In speaking of Jesus and the Gospel, we may say little or nothing, or be vague or unclear. On the other hand, we may say too much. We may fail to convey love, empathy, or sensitivity. We may inadequately connect with people, or insufficiently listen. We may be too formulaic. We may come across as aggressive or intimidating. Or our manner and actions may discredit our message.
In our challenging environment, it is so crucial that both preachers and ordinary Christians share Jesus with love, clarity, confidence, and authenticity. That we give reasons for our faith, and do so with gentleness and respect. That we are sensitive, listen, and empathise. And that, above all, we speak as prayerfully led by the Spirit of God.
A recent Barna study of American pastors from across the denominational spectrum (including, for instance, Catholics, traditional Black churches, and Pentecostals) questioned 1,000 pastors on their beliefs. It concluded that only 37% of American pastors now hold a biblical worldview, and that most pastors were syncretistic – mixing Christian beliefs with those of secular culture and other religions. Many American pastors, the report asserted, “have abandoned even the most basic and hallowed biblical teachings for those which now permeate our culture”. Instead of the church influencing culture, culture is now reshaping the church. Many pastors now assume, for example, that truth and morality are matters of individual choice, and that having faith is more important than who or what you believe. The study found that a many “evangelical” and “Pentecostal” pastors have likewise been heavily influenced by secular culture and have sometimes slipped their biblical moorings.
Society and church in the USA and in New Zealand are significantly different, and the Barna study has some weaknesses. But such a study does indirectly raise questions about the state of Christianity in New Zealand.
How many of our New Zealand pastors – and church people – continue to profoundly believe that there is only one true God, that Christ is fully divine, that in Christ and the Scriptures God has truly spoken, that the Word of the Lord endures forever, that human beings are born sinful, that without repentance before God and faith in Christ we are lost, that Christ died for our sins, that Christ rose bodily from the grave and is alive for ever more, that Christ is the way, the truth and the life, that Christ sets us free, that the Holy Spirit works in believers to transform us, and that Christ is coming again to judge the living and the dead and to make all things new?
To what extent have Christians in New Zealand succumbed to worldly culture, dumbed down the faith, reduced it a few slogans or rituals, and filtered the Scriptures to accommodate our own doubts, ideas, and wants?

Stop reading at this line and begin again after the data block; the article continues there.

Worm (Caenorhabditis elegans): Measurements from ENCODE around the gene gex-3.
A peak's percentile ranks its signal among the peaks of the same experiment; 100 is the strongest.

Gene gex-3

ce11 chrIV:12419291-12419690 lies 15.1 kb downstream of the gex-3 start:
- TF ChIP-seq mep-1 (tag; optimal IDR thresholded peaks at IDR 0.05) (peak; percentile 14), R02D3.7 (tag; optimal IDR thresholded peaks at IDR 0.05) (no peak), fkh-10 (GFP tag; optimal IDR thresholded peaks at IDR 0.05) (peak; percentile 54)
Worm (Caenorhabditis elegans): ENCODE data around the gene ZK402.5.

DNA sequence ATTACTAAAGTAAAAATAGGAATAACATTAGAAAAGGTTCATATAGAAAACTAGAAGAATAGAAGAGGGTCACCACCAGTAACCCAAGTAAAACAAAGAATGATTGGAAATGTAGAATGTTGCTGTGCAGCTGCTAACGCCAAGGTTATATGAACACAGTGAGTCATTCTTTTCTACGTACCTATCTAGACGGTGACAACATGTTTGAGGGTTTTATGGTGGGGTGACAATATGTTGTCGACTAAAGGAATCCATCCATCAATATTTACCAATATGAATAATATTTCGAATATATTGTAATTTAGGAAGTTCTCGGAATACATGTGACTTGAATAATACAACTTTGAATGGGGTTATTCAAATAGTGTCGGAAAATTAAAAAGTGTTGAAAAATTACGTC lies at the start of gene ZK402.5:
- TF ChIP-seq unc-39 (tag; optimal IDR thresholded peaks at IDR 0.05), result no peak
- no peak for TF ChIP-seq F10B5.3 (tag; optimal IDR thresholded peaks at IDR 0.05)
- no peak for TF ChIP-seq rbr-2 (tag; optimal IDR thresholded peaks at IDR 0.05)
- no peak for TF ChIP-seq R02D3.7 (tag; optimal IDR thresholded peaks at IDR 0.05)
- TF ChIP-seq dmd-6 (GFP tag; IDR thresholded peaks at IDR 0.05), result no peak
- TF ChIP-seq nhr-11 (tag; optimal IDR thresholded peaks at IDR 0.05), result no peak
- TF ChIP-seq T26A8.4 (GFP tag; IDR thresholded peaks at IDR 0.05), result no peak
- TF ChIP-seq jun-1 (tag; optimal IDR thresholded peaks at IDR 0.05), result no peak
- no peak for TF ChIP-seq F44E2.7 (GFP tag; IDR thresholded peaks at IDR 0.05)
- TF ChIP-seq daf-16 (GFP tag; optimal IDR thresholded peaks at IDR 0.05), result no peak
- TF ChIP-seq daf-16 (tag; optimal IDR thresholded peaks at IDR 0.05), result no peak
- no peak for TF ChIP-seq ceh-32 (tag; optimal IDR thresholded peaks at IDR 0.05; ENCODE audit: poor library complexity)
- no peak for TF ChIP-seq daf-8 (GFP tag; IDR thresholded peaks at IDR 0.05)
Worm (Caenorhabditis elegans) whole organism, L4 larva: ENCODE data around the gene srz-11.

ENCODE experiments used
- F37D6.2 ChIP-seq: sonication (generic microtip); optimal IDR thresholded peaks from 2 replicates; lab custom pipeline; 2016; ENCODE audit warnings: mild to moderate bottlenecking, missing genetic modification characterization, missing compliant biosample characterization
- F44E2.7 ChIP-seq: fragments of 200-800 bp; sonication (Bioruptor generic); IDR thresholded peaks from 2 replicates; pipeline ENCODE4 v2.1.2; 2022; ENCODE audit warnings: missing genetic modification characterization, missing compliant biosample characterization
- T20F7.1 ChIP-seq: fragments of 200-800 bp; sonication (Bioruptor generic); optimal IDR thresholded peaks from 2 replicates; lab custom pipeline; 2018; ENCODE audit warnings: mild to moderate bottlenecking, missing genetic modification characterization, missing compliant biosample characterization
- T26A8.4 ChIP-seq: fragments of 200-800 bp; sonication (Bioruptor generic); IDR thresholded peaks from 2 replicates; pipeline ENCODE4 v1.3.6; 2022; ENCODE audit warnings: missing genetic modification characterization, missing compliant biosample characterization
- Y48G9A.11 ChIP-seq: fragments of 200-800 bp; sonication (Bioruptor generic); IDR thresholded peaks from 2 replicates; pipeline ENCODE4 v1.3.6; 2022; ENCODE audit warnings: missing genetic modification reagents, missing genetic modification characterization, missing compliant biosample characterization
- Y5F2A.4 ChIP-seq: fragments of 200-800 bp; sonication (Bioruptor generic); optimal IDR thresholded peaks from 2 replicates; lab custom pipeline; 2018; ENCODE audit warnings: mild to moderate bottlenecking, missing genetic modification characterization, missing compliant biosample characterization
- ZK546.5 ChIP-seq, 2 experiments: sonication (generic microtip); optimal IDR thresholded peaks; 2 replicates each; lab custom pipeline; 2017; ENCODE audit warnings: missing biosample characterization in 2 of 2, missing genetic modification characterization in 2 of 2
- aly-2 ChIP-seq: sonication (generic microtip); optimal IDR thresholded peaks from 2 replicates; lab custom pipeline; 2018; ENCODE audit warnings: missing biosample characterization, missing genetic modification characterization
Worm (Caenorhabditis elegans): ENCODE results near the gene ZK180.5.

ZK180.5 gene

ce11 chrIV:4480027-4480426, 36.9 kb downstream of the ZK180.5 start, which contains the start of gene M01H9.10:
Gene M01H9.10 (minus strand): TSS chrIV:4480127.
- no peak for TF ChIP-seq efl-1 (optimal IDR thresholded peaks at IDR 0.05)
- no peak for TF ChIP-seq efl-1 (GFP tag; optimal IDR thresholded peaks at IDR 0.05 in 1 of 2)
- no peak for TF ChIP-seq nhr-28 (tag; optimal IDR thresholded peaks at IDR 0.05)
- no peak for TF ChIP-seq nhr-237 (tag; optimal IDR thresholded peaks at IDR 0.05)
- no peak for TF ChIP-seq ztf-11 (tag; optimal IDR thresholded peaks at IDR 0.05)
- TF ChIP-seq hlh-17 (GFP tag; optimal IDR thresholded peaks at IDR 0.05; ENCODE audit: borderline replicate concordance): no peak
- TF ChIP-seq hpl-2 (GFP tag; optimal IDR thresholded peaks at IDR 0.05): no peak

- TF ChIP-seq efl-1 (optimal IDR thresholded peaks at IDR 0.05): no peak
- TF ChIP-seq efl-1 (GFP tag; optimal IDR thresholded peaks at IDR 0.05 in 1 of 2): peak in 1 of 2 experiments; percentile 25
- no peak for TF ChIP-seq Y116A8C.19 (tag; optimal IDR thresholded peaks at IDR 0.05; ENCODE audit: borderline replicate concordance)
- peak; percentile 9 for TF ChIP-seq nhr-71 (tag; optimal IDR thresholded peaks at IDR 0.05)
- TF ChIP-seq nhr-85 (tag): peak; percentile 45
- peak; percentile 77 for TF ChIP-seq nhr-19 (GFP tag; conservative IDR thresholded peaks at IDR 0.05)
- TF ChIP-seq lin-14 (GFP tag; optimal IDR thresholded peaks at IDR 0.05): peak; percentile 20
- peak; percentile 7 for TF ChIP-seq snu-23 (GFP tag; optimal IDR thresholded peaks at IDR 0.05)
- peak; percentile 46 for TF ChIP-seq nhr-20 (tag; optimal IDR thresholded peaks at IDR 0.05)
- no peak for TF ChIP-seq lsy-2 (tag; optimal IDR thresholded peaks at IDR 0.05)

Biblical faith or contemporary culture? How can Christians respect their context, and speak well into their surrounding culture? How can they remain biblically faithful, rather than surrender to the assumptions and pressures of the culture they live in? From the beginning, Christians everywhere have always struggled with such dilemmas.
Queen Elizabeth II was remarkable not only for the great length of her reign (though Louis XIV of France reigned longer), but also for her particular mix of qualities such as steadiness, sound judgement, dignity, discretion, humility, caring, a deep commitment to serving, and a genuine, heart-felt Christian faith.
Time will tell just how much of that character and Christian faith has been passed on to subsequent royal generations. Many Christians will no doubt pray about that, and for Charles as the new King.
In our modern era, constitutional monarchs have extremely limited power, despite all their pomp and privileges. Real power is held by politicians, and they very much need to be prayed for (1 Tim 2:1-2).
During the Queen’s reign, and through no fault of her own, Britain and many Commonwealth societies have in some respects lost their way, spiritually and morally. Modern cultures and societies very much need to rediscover the living God, as revealed in Christ and the Scriptures.
Some commentators have implicated the Queen in the injustices that were part of imperialism and colonialism. Those injustices, however, largely happened a long time before her, and during her own reign she constructively worked with the process of decolonisation.
All the grief and nostalgia in the United Kingdom and elsewhere at this time is understandable, and no country does ancient tradition and colourful public pageantry quite like Britain.
Our ultimate focus, though, should not be on human leaders. Mortal, imperfect human rulers constantly come and go. But the Lord God alone reigns forever (Psalm 146:10). To the immortal God, the only Sovereign, the King of kings and Lord of lords, to Him alone be honour and eternal power (1 Tim. 1:17, 6:15-16).
Read The Archbishop of Canterbury’s Sermon for The State Funeral of Her Majesty Queen Elizabeth II